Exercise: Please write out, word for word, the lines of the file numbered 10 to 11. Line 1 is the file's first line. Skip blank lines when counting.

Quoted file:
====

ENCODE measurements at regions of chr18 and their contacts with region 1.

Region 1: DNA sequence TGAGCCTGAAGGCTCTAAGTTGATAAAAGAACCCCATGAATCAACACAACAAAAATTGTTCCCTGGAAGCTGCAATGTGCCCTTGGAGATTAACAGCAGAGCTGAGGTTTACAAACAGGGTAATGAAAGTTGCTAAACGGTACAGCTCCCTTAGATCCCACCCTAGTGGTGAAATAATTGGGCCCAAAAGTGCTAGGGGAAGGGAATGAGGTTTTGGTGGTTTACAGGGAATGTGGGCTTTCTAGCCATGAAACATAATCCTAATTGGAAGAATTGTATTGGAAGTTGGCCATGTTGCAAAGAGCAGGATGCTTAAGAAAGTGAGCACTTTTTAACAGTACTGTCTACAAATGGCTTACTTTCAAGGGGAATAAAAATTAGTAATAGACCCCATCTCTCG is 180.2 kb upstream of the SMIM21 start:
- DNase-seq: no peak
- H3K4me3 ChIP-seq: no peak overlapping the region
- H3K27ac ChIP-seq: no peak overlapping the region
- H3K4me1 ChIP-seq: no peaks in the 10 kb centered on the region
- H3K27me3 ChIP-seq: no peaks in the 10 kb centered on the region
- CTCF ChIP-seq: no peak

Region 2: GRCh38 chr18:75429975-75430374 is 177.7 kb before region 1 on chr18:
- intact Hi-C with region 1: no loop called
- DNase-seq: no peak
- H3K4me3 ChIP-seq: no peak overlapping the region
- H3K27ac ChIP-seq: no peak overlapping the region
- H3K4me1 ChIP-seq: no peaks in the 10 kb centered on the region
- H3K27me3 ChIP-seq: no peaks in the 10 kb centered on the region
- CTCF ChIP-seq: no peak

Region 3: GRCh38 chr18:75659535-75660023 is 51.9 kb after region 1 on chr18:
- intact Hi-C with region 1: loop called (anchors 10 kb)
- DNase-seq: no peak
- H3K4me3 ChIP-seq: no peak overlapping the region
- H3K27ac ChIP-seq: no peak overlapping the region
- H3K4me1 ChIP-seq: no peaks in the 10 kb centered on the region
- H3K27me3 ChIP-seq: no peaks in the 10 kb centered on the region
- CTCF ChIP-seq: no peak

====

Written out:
- intact Hi-C with region 1: no loop called
- DNase-seq: no peak